Boys Do Cry

12 Jul

When it comes to relationships, women are often pegged as the (over)emotional, passionate ones and the men are deemed to be more logical and level headed.  However, there is the argument that when it comes to relationships’ end, men have it worse.  Why? Just re-read the first sentence…

This is true of friendships too; most women have their girlfriends they can complain to and use the proverbial shoulder to cry on whereas men are not so open.  When it comes to matters of love, it seems that though men may not vocalize it, they fall just as hard, or harder, than their female contemporaries.  Such a discussion was had recently on Z100’s morning show, as to whom loves faster than whom in a variety of relationships, with contributors and listeners largely saying that men fall for women faster than any other scenario.

Many male relationships between friends are merely about being “The Man” and whatever similar interests these chums may have, so there’s not a lot of room to talk about how a great date or the most favorite thing a girlfriend does.  Or perhaps its especially hard when the discussion is not about the positive in a romantic relationship, but when it refers to the negatives and the downfall of love.

According to‘s [Redacted] Guy, who went through a terrible breakup of his own:

Note, however, that I felt I couldn’t really talk about it with any of my male friends. There is some sort of genetic coding there that prevents dudes from getting to the heart of matters of the heart with other dudes. Not that my guy friends weren’t willing, it’s just that I was uncomfortable/unsure/nervous about my pale and naked suffering.

Whether it’s inherit machismo or part of our societal construct, there’s some negative stigma attached to men who are too emotional, even if it seems warranted.

Take the example of Chris Brown, who recently broke down on national television at the BET Awards during his Michael Jackson tribute. Granted he’s had a whole lot of drama within the past year, from legal troubles after his assualt of former girlfriend Rihanna, to a slowly failing career and tainted repuation, there are many who wonder if the display of tears were 1. genuine and 2. necessary. Ben Widdicombe is one, writing:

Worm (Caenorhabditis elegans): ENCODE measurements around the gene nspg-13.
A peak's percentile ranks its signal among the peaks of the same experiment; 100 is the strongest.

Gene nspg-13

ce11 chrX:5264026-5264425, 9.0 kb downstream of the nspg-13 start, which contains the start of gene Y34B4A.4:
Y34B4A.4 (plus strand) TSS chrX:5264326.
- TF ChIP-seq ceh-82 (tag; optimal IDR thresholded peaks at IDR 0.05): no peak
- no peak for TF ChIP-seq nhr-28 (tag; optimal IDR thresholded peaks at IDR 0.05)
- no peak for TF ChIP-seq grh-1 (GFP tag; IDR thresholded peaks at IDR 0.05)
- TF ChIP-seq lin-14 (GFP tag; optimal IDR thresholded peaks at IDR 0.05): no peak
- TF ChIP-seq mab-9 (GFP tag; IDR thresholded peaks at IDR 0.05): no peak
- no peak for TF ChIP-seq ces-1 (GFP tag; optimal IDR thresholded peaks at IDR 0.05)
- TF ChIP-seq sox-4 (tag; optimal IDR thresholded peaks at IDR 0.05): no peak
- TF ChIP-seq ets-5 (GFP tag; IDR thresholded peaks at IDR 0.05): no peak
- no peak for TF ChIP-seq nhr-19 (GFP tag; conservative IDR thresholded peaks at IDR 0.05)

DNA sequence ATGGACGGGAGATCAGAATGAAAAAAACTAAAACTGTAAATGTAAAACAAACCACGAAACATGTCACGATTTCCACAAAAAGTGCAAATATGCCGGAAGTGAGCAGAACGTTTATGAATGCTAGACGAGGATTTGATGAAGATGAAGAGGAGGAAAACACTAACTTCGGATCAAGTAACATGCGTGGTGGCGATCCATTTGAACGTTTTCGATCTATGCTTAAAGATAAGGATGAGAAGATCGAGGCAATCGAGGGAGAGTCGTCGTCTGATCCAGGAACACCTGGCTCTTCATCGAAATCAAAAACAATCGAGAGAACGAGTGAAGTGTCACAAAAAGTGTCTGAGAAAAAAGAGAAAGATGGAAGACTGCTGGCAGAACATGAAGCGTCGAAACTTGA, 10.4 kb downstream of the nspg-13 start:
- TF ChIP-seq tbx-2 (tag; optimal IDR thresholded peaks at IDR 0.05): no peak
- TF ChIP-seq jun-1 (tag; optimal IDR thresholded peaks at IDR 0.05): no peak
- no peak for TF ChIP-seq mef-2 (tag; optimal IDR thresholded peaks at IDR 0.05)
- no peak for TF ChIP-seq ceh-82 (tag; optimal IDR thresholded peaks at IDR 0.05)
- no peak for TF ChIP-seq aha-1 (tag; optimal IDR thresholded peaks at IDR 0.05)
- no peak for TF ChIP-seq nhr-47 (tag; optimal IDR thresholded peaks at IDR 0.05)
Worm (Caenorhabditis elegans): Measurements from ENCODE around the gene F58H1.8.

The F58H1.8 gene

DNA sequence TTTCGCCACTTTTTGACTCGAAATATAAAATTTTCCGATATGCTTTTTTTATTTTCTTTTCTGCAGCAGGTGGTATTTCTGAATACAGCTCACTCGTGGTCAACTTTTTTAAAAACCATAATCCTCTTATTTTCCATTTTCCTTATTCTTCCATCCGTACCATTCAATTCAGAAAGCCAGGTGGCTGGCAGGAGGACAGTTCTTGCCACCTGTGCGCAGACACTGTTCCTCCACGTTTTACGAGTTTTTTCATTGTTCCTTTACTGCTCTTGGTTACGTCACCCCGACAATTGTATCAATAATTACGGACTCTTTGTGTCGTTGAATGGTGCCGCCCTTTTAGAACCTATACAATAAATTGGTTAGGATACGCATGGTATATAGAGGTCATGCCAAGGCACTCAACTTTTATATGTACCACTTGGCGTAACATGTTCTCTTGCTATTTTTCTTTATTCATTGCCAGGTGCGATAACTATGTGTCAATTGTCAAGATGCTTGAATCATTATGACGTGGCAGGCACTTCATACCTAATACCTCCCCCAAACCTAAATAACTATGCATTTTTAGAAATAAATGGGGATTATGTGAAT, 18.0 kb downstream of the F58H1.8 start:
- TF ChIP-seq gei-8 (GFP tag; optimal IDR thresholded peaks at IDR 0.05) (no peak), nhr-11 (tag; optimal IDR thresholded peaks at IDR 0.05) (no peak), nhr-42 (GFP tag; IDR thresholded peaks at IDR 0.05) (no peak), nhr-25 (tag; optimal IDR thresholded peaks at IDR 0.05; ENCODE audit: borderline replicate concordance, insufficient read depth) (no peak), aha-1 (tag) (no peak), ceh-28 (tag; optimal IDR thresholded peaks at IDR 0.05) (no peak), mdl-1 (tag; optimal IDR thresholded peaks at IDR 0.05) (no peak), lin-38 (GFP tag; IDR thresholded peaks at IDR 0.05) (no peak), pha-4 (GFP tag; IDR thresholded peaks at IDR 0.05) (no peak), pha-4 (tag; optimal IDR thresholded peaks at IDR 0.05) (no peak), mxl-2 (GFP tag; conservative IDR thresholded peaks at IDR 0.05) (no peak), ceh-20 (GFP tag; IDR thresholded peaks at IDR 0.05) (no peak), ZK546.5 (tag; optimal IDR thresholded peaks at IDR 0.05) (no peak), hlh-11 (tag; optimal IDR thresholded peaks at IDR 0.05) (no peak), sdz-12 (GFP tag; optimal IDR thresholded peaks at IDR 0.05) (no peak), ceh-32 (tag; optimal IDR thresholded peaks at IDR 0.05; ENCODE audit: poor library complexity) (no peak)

So when he sheds tears on stage for Michael Jackson, we don’t trust him. Even if they’re real, who is the pain really for? His lost mentor, Michael, or for the messed up last 16 months of his own life, every bit of which was his own fault?

It doesn’t help that the catalyst for his performance was the late King of Pop, a man whose own sincerity was often questioned by the media. The Jackson family is show business down to the very core, as Michael’s massively-produced memorial service last July demonstrated (an event where even Saint Usher’s motives were questioned when he cried during a tribute song). So the razzle-dazzle of showbiz is always going to add a layer of smoke-and-mirrors to Brown’s message.

While Brown’s performance allowed for plenty of tabloid fodder, there is the non-cynical  interpretation that his grief over his childhood idol mixed with his appreciate to finally be able to do the tribute (which was supposed to happen last year but was obviously bad timing after Rihanna’s battered face photo surfaced) and the ironic lyrics of “Man in the Mirror” pushed his composure to the limit.

So there may be a two-fold issue when it comes to male weeping- a man’s weakness and the possible affectation coupled with tears.  Brown’s fervent performance may be great showmanship or true emotion but it is definitely excessive.  That being said, men’s inability to confide in male friends, a more suitable  and personal dynamic, has a lot to do with how they would be perceived. Catch-22? Mmmm, perhaps but then again everything in moderation.


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